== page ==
By Louise Misiewicz
Do you know your IHT liability as a property investor?
What tax measures and planning do you need to take?
Continuing the series of articles from recent weeks around a buy-to-let landlord client consultation on inheritance tax, I’m writing Part Four this week for my property investment blog readers.
Looking at Part Four this week, I’m adding more questions in this article that the property landlord client was asked during our consultation meeting, to accurately ascertain his level of IHT liability.
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The next question I asked my landlord client regarding IHT liability was whether any disputes or court actions that may affect the estate have been identified.
This is because any court action, family dispute, or any type of challenge to the estate can make a big difference to its overall value. I informed my client that if he’s aware of a court action, claim, potential dispute then he should identify this and the details.
There could, for example, be a court action in effect before the death of the deceased, such as a claim for damages, the deceased pursuing an outstanding debt, or a claim under the Inheritance Act 1975.
HMRC needs to receive details of any ongoing disputes at the soonest opportunity, and will treat all information given in the strictest confidence, as I assured my buy-to-let landlord client.
The next question to consider around IHT liability for property investors is: Has it been identified whether the deceased had a spouse/civil partner who died before them?
If full details of a predeceased spouse or civil partner have not been identified, the transferable nil rate band may be overlooked or not applied properly, resulting in too much or too little IHT being paid.
I advised my landlord client to thoroughly research the background of any predeceased spouse or civil partner. It’s also important to consider the possibility that the deceased was widowed more than once.
I told my client during the IHT consultation that he should provide full details of any information available in a covering letter with form IHT400, as well as copies of any documentation for HMRC to review in full.
There are other considerations to bear in mind – for example, if Estate Duty, Capital Tax Transfer, or IHT was paid on the first death, I informed my client that relief cannot be claimed as the nil rate band would have been used already.
If the deceased had more than one predeceased spouse or civil partner, my client can only claim to a total of 1oo% of the nil rate band, and a separate form IHT402 needs to be filled out for each spouse or civil partner. It’s also worth checking to confirm that the spouses were legally married, or that the civil partnership was registered. It’s recommended to seek professional advice on the rules and regulations.
Question: Has the domicile of the deceased and surviving spouse/civil partner been established?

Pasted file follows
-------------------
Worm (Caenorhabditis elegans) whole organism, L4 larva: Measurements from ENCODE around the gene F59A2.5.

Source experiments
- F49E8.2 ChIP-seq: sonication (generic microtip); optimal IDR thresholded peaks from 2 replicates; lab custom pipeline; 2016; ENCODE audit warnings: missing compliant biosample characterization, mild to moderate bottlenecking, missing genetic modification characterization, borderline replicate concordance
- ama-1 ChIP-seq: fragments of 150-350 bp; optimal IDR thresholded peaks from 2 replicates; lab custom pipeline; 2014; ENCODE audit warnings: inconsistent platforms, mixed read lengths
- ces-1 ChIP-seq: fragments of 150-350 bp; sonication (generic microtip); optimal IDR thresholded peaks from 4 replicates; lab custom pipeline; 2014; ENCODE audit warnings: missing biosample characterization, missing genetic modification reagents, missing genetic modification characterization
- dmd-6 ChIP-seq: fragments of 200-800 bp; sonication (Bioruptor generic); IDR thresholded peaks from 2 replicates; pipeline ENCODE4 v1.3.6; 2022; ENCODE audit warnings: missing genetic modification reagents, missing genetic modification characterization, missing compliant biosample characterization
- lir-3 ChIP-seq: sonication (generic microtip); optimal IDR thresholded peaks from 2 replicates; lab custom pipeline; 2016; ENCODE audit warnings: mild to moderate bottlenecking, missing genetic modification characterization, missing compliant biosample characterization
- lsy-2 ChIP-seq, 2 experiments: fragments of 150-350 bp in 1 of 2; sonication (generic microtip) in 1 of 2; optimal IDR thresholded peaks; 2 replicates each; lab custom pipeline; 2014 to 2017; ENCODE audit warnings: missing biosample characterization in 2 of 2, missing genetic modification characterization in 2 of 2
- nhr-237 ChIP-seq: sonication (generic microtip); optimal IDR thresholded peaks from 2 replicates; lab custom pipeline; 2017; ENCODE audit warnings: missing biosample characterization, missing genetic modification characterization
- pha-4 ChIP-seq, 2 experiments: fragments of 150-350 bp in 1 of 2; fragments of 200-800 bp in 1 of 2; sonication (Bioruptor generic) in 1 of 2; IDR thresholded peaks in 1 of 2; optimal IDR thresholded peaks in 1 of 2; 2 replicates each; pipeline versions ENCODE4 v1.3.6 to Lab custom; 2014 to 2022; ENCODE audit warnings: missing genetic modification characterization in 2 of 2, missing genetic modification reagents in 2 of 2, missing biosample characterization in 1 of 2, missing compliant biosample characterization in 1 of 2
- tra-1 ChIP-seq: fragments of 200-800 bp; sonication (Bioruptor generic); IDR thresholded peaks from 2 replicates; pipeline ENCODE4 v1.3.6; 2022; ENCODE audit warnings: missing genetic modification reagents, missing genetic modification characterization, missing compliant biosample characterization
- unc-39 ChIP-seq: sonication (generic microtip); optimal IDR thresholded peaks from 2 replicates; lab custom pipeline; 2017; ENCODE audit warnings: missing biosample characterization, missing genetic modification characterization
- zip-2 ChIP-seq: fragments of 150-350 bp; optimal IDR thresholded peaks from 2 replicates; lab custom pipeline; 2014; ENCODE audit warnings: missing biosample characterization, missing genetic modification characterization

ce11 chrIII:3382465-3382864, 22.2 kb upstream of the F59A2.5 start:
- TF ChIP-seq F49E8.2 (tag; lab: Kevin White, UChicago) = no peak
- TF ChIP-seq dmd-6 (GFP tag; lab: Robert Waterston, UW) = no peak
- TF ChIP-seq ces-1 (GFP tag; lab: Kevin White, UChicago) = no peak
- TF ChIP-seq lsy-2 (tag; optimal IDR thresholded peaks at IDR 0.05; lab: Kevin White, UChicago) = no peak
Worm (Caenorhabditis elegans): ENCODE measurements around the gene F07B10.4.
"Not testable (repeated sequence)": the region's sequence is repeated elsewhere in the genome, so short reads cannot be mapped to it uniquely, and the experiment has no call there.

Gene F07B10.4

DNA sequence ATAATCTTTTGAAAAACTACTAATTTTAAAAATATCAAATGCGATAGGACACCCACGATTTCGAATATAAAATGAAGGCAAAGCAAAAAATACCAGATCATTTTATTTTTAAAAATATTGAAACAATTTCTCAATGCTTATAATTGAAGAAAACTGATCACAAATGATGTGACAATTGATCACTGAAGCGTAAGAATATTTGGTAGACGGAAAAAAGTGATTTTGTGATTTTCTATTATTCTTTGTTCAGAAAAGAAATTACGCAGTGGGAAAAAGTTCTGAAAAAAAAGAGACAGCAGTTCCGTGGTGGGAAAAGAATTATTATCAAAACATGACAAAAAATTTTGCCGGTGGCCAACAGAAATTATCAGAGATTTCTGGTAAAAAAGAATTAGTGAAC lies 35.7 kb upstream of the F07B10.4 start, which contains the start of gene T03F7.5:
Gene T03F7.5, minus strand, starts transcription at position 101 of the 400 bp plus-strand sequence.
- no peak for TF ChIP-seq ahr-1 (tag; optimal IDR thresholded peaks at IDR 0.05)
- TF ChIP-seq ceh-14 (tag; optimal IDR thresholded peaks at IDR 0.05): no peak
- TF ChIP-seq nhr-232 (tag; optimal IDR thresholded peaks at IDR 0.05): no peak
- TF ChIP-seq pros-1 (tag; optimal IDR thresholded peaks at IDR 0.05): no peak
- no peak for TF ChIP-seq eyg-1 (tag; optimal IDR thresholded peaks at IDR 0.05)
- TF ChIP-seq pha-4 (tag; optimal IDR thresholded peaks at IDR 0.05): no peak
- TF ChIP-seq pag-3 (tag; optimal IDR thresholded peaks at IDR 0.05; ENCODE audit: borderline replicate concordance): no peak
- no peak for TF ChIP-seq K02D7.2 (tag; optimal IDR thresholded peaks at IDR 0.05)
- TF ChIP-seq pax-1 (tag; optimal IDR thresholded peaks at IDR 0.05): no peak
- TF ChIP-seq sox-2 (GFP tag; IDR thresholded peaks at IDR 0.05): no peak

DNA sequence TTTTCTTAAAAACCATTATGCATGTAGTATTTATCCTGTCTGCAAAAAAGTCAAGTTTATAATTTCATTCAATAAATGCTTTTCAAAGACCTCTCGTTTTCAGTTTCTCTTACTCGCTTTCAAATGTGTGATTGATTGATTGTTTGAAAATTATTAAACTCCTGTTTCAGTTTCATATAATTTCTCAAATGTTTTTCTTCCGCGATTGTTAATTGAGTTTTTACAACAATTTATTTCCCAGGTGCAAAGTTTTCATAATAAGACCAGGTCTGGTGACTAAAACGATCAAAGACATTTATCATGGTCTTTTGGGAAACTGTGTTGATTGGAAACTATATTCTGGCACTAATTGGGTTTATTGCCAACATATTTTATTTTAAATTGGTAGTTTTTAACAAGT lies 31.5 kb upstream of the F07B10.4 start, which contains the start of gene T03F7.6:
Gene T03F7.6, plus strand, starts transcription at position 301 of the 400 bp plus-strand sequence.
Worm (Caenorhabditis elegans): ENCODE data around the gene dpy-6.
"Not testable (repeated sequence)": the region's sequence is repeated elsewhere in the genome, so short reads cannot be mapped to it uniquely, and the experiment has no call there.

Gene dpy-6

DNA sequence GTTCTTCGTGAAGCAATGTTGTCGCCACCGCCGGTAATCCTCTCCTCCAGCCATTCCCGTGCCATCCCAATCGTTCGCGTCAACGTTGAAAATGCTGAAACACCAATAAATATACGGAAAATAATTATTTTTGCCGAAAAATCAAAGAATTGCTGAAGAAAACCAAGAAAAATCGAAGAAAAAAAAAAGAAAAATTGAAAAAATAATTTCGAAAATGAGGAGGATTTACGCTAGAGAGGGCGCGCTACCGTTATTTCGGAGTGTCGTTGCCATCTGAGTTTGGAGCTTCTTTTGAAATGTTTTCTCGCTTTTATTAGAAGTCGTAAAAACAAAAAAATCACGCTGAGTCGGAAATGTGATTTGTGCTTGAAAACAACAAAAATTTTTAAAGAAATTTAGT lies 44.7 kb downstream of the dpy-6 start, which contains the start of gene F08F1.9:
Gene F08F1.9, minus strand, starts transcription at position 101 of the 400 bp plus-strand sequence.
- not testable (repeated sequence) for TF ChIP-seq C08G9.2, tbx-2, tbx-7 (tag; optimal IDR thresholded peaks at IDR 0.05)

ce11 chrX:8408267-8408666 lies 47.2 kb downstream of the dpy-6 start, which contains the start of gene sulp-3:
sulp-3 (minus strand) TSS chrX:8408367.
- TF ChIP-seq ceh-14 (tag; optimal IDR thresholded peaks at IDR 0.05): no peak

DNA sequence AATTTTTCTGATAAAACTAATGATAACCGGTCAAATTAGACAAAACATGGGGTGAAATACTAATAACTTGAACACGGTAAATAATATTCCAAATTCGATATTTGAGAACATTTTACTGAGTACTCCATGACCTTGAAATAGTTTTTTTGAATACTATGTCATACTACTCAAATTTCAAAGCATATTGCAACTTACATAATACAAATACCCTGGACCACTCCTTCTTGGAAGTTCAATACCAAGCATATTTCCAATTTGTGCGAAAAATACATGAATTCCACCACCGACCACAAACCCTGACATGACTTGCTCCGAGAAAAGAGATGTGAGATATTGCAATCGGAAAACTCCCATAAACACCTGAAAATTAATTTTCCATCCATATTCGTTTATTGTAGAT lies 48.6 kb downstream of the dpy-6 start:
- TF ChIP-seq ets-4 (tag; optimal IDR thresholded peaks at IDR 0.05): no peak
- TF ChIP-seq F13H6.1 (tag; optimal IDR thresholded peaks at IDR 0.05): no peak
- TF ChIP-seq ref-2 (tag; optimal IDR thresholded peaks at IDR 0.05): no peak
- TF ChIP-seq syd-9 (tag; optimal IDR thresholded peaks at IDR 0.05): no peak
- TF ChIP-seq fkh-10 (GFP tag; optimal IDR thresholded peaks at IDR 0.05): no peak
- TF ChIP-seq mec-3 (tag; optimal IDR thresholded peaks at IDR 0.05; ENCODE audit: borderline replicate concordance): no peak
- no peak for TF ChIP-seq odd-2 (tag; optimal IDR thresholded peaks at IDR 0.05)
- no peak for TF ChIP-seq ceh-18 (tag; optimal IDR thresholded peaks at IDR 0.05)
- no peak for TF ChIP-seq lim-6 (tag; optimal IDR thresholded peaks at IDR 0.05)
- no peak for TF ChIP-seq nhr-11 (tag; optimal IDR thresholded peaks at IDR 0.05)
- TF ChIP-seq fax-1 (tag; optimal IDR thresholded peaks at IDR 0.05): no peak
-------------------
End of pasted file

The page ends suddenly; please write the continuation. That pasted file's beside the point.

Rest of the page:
I told my client that the term domicile is often misunderstood and is sometimes confused with nationality or residence. Spouse/civil partner relief is limited if the deceased is domiciled in the UK but the spouse or civil partner is not. Find out as much as possible about the the life of the deceased from birth to death.
The law of domicile is of critical importance in the determination and application of IHT, and has an impact on the available relief or exemptions with the surviving spouse or civil partner also affected. The deceased may still be deemed UK domiciled for IHT purposes, even if they have a foreign domicile ruling from HMRC for Income and Capital Gains Tax purposes during their lifetime, as I advised my client.
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Question: Have all the assets referred to in the Will (and other documents) been included in form IHT400?
Assets referred to in the Will may be incorrectly omitted from form IHT400 – for example, where the deceased no longer owned them at the time of death.
I recommended my buy-to-let landlord client to carefully identify all items referred to in the Will, and ensure that they are referred to in form IHT400, paying special attention certain assets where HMRC will want further details, such as if the deceased no longer owned an asset at the date of death, what happened to the asset. HMRC will want to know if the asset was sold, and where the proceeds of the sale went.
Question: Have all assets that the deceased held jointly on their death been identified?
I advised my client that assets held in joint names are not always included correctly on form IHT400 – particularly joint property which passes by survivorship. This then leads to further questions from HMRC.
When looking at joint properties, complete the form IHT400 fully and check with associates of the deceased, check any records the deceased had, and identify all joint owners and their relationship to the deceased. All assets and joint assets should be included for IHT and probate purposes.
Further associated articles around IHT which will be useful for readers include:
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